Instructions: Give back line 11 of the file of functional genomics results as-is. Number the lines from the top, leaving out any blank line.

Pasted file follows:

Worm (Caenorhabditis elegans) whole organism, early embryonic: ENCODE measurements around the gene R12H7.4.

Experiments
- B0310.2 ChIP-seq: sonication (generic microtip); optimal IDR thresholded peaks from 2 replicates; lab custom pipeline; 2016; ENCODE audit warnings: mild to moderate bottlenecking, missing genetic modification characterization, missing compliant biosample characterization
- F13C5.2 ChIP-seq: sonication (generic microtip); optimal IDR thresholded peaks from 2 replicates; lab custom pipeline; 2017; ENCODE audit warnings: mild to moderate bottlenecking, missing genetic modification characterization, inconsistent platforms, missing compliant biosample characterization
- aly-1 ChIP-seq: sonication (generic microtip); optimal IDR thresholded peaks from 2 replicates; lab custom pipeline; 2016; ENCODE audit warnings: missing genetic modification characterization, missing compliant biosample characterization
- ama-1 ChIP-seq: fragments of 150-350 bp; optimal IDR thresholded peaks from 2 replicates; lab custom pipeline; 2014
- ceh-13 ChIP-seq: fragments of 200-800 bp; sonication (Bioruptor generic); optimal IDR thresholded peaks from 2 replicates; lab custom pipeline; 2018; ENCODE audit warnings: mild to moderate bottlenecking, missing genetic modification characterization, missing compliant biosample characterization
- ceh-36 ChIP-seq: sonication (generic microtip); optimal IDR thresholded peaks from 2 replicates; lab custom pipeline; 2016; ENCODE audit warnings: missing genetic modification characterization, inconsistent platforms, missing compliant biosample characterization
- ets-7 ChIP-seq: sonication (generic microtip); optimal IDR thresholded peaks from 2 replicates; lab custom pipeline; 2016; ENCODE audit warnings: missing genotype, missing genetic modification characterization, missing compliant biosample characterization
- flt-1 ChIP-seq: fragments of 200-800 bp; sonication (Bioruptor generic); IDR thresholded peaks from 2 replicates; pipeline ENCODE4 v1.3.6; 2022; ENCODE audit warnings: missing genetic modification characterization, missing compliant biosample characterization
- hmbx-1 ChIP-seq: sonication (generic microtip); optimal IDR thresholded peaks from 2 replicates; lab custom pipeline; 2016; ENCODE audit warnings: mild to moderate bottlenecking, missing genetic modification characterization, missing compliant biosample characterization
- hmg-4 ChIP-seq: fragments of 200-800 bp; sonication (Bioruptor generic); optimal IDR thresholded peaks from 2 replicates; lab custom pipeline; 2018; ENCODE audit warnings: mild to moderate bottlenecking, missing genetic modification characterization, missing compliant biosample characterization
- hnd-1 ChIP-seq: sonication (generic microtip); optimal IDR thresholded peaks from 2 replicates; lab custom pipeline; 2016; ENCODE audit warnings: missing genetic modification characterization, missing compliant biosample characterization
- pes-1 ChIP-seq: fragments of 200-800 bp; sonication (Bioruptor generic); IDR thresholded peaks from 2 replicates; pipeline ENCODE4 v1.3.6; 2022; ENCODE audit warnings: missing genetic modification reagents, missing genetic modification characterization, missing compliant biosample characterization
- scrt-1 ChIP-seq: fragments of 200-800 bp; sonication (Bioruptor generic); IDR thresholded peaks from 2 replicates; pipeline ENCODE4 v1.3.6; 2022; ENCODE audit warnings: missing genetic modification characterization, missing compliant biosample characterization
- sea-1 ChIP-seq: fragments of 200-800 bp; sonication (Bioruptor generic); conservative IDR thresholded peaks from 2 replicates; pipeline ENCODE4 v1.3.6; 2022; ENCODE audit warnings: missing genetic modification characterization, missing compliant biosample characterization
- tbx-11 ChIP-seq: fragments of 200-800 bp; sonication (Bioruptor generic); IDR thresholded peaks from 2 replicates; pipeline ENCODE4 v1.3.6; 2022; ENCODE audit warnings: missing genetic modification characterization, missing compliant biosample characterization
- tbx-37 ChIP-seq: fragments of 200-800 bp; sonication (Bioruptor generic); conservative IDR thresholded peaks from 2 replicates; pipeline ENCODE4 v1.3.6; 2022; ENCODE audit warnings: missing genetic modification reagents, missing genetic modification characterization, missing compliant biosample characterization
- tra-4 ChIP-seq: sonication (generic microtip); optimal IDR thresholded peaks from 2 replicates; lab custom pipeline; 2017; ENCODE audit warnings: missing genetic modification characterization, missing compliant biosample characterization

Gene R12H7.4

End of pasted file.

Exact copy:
- hmbx-1 ChIP-seq: sonication (generic microtip); optimal IDR thresholded peaks from 2 replicates; lab custom pipeline; 2016; ENCODE audit warnings: mild to moderate bottlenecking, missing genetic modification characterization, missing compliant biosample characterization